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Chicken with Plums by Marjane Satrapi

16 Aug

Snapseed 2I adored the film Persepolis, based on Marjane Satrapi’s graphic memoir of growing up during the Iranian Revolution. So when I stumbled upon Chicken with Plums (trans. Anjali Singh) in a Little Free Library, I knew I hit Little Free Library gold. The title, too, is tantalizing. (Some of you may be familiar with my obsession with plums.)

Set in November 1955, Chicken with Plums is the story of Satrapi’s great-uncle Nasser Ali Kahn, a pre-eminent tar player. (The tar is a string instrument from the Caucus region.) It’s a heartbreaking story—I nearly burst into tears by page 36—about love, loss, and longing. (Apropos of love, loss, and longing, what would a tango played on a tar sound like? Is that possible? Please comment with links or research leads!) Nasser’s beloved tar breaks, no replacement will do, and he loses the will to live. I read this book just after Anthony Bourdain committed suicide, so this may be why I found it particularly affecting. But Nasser finds some comfort in his brother and a beloved childhood dish, chicken with plums. (Here’s a recipe. The author of the recipe calls saffron “the world’s most expensive Prozac.”)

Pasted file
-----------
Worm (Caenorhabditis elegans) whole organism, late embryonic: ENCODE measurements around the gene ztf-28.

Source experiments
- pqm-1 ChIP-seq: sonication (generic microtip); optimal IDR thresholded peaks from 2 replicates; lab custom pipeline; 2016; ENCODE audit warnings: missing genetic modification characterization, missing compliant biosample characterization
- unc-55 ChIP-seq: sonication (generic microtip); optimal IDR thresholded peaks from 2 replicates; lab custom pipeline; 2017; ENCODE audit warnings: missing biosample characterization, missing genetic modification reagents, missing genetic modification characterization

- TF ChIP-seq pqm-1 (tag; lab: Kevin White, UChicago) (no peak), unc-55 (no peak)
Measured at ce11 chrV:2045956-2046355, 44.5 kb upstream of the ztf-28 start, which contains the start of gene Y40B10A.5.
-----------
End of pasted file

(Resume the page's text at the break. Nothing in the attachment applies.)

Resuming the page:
In addition to being heartbreaking, Chicken with Plums highlighted so many things about the history of Iran that I just didn’t know much about, such as the nationalization of the oil industry, which led to the U.K.- and-U.S.-backed coup in 1953. To paraphrase my high school English teacher Mr. Faciano: if you read literature, you get everything—in this case history, politics, music, gastronomy—plus a compelling story, gorgeously told.

Comics

12 Jun

This weekend I went to the MoCCA Art Festival to see my friend Rosemary and her new comics. I picked up her lovely, boldly-inked, and educational Mid-Cambrian Morning, about some crustaceans (?) living in a wacky period of evolution, 540 million years ago.

I also picked up a copy of Heart & Brain: A Turning Story, by Fay Ryu, as I naturally gravitate to pictures and stories about those (and other) internal organs. It’s a wordless story of, you guessed it, a meeting between a heart and a brain in a garden. I won’t give away the ending but it’s both touching and devastating.

Finally, on a related note, Teachers College is having a gallery opening called “Learning Inside (and Outside) the Box”. It’s a show devoted to the combination of creative thinking with traditional literacy skills and it exhibits original comic books by children made over the 2005-06 school year. Follow the link for details.

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